‘Parents in Science’ series

There’s an elephant in the room.

elephantroom (1)
Credit: John R. McKiernan

Instead of openly and honestly discussing the difficulties of raising children and navigating an academic career, many choose to ignore the issue, sugarcoat it, or throw blame back on those of us who have chosen to do both. Well, if others aren’t going to paint an accurate picture, I propose we do it.

More often than not, mixing parenthood and an academic career involves some hard decisions. That next conference at which you’d like to present your work? It’s several states away and nearly a week long. Do you leave the kids behind? Who will care for them? And will you miss important moments while you’re gone? A week doesn’t sound like that long. But with small children, it’s long enough to miss new words, an important school performance, or that first tooth falling out. With all that in mind, my husband and I have often opted to do this:

conference_1
Credit: John R. McKiernan

We take them along. The kids have had great fun making themselves name tags, playing with free toys from the vendor booths, and meeting new people. I think it has been healthy for them to see their parents working and be exposed to science from a young age. But it hasn’t always been easy for us to accomplish what we needed to with kids in tow. My kids are rarely aren’t always as well-behaved as depicted! My husband and I usually take shifts to attend talks, which means one of us often misses talks we would have liked to hear. And it’s hard to convince other scientists you’re paying attention to what they have to say when one eye is on the toddler who is about to pull down a row of posters.

We’ve used creative solutions. Our kids have taken naps under our posters while we presented. We’ve paid the daughter of a faculty member to come and run our kids around outside the conference hall. Our older son was once so inspired that he brought his own poster on the solar system and presented it at our university research forum. But there’s one thing that would have made things so much easier: affordable childcare at conferences. Few conferences have childcare at all, and those that do charge high rates. I don’t pretend to have the solution as to how such care could be paid for. All I know is that more parents, and especially women scientists, would be encouraged to come to meetings if they could bring their children.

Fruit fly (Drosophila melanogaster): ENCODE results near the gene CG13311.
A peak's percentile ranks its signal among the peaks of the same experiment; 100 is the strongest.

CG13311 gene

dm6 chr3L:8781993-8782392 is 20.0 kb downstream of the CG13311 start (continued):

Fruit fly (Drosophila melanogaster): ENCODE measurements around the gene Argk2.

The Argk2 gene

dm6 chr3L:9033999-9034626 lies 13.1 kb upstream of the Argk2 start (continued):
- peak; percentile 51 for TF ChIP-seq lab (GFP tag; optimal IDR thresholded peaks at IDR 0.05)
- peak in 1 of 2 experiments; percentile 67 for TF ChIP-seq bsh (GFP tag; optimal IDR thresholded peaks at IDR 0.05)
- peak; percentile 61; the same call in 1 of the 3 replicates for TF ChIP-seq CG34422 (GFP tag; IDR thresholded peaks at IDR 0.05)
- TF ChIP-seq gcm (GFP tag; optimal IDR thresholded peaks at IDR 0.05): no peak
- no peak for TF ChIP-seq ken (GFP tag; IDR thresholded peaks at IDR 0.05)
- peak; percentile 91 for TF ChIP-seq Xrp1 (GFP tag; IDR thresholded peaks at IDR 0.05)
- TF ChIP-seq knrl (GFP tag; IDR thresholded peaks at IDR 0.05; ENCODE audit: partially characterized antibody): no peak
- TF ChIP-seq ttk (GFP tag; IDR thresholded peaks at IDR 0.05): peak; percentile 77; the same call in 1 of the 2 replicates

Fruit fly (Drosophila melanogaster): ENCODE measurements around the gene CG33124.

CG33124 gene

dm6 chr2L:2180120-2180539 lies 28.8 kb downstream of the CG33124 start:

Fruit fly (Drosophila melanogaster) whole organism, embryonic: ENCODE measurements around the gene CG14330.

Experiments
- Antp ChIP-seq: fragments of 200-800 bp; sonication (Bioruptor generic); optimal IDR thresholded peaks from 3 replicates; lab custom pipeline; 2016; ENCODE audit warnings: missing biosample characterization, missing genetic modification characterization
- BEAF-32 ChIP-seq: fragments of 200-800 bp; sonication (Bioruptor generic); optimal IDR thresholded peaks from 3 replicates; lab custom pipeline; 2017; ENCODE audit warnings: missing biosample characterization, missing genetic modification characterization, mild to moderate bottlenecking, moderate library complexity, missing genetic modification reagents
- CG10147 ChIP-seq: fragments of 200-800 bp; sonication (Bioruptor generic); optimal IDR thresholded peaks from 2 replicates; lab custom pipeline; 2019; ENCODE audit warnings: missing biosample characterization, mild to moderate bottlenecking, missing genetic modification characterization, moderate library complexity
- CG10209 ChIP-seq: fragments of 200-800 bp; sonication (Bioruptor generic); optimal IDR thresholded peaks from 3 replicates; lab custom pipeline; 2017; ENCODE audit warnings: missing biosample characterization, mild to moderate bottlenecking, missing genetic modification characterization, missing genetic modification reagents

The rest of the time, my life as a mom and scientist looks something like this:

worklife_1
Credit: John R. McKiernan

Now, before the authorities come knocking on my door, let me clarify that I’m not usually never that irresponsible. But there are a lot of times when a deadline hits and I simply have to let the kids play. I wish I could devote every moment while at home to playing with them, but doing that would mean I wouldn’t eat, sleep, or pee the rest of the day in an effort to get things done. Do I feel guilty? Absolutely. In those moments, I try to tell myself that in some ways this may be good for them. It creates a certain sense of independence. On the other hand, it makes me angry that the pressures of a scientific career are such that I sometimes have to swallow my guilt or risk not ‘making it’.

Of course, I’m not the only one living this. And I’m happy to announce that several academics at various levels, from different countries, and with children of different ages have agreed to share their stories here in the following weeks for a ‘Parents in Science’ series. The idea is to openly discuss the ups and downs, strategies that worked and those that didn’t, and suggestions for reforming academia to make it easier for those with children to be successful. I hope that by bringing the problems out in the open we can move towards fixing them.

*A big thanks to my very talented father, John R. McKiernan, who provided all the illustrations! 

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